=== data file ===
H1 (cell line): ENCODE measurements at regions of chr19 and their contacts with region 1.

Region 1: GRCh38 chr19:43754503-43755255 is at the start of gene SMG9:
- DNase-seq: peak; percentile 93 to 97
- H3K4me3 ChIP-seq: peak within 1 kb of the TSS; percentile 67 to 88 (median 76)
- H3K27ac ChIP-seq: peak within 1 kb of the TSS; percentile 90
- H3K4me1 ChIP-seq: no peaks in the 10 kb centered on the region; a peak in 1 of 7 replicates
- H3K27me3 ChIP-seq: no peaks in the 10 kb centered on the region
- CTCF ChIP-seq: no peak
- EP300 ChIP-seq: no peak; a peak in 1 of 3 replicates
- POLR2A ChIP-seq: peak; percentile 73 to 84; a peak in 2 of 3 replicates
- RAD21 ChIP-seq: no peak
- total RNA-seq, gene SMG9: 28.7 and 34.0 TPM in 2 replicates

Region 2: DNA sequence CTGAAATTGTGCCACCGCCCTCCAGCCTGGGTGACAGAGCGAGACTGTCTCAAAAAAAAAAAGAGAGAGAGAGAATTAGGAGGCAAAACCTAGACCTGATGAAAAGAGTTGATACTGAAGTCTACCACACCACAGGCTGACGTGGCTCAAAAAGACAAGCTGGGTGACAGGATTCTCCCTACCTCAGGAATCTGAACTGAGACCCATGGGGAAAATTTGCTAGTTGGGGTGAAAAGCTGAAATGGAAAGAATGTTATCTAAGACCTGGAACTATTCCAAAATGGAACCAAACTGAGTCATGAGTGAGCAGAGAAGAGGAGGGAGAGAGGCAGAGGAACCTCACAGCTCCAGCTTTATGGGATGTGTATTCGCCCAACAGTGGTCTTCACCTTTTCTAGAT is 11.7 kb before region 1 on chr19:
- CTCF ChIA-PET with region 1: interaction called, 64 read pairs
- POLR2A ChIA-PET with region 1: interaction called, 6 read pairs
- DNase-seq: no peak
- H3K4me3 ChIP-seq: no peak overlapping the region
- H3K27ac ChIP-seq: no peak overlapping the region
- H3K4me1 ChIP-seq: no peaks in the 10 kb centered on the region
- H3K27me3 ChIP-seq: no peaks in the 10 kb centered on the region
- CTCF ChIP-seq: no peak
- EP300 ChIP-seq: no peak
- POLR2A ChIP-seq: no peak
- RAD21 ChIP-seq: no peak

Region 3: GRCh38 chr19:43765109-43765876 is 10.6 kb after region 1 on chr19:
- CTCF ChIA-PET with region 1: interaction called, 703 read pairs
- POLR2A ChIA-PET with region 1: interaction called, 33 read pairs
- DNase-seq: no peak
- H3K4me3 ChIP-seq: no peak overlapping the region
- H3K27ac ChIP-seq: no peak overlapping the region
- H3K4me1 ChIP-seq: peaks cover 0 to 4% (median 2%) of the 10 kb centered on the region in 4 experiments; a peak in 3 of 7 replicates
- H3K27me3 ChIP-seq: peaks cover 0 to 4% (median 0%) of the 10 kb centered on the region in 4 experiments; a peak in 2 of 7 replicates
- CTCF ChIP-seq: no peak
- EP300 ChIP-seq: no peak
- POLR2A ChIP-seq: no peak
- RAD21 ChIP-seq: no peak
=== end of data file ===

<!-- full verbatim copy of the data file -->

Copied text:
H1 (cell line): ENCODE measurements at regions of chr19 and their contacts with region 1.

Region 1: GRCh38 chr19:43754503-43755255 is at the start of gene SMG9:
- DNase-seq: peak; percentile 93 to 97
- H3K4me3 ChIP-seq: peak within 1 kb of the TSS; percentile 67 to 88 (median 76)
- H3K27ac ChIP-seq: peak within 1 kb of the TSS; percentile 90
- H3K4me1 ChIP-seq: no peaks in the 10 kb centered on the region; a peak in 1 of 7 replicates
- H3K27me3 ChIP-seq: no peaks in the 10 kb centered on the region
- CTCF ChIP-seq: no peak
- EP300 ChIP-seq: no peak; a peak in 1 of 3 replicates
- POLR2A ChIP-seq: peak; percentile 73 to 84; a peak in 2 of 3 replicates
- RAD21 ChIP-seq: no peak
- total RNA-seq, gene SMG9: 28.7 and 34.0 TPM in 2 replicates

Region 2: DNA sequence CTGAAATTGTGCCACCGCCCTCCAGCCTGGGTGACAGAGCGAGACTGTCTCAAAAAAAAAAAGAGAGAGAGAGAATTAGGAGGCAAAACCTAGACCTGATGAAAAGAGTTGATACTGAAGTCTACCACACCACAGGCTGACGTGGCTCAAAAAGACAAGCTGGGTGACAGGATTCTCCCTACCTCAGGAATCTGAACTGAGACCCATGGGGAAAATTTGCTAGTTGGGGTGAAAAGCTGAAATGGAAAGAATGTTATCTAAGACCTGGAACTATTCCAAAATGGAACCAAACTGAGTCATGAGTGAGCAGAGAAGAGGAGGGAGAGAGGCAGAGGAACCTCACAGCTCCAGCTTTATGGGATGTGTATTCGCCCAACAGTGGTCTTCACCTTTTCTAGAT is 11.7 kb before region 1 on chr19:
- CTCF ChIA-PET with region 1: interaction called, 64 read pairs
- POLR2A ChIA-PET with region 1: interaction called, 6 read pairs
- DNase-seq: no peak
- H3K4me3 ChIP-seq: no peak overlapping the region
- H3K27ac ChIP-seq: no peak overlapping the region
- H3K4me1 ChIP-seq: no peaks in the 10 kb centered on the region
- H3K27me3 ChIP-seq: no peaks in the 10 kb centered on the region
- CTCF ChIP-seq: no peak
- EP300 ChIP-seq: no peak
- POLR2A ChIP-seq: no peak
- RAD21 ChIP-seq: no peak

Region 3: GRCh38 chr19:43765109-43765876 is 10.6 kb after region 1 on chr19:
- CTCF ChIA-PET with region 1: interaction called, 703 read pairs
- POLR2A ChIA-PET with region 1: interaction called, 33 read pairs
- DNase-seq: no peak
- H3K4me3 ChIP-seq: no peak overlapping the region
- H3K27ac ChIP-seq: no peak overlapping the region
- H3K4me1 ChIP-seq: peaks cover 0 to 4% (median 2%) of the 10 kb centered on the region in 4 experiments; a peak in 3 of 7 replicates
- H3K27me3 ChIP-seq: peaks cover 0 to 4% (median 0%) of the 10 kb centered on the region in 4 experiments; a peak in 2 of 7 replicates
- CTCF ChIP-seq: no peak
- EP300 ChIP-seq: no peak
- POLR2A ChIP-seq: no peak
- RAD21 ChIP-seq: no peak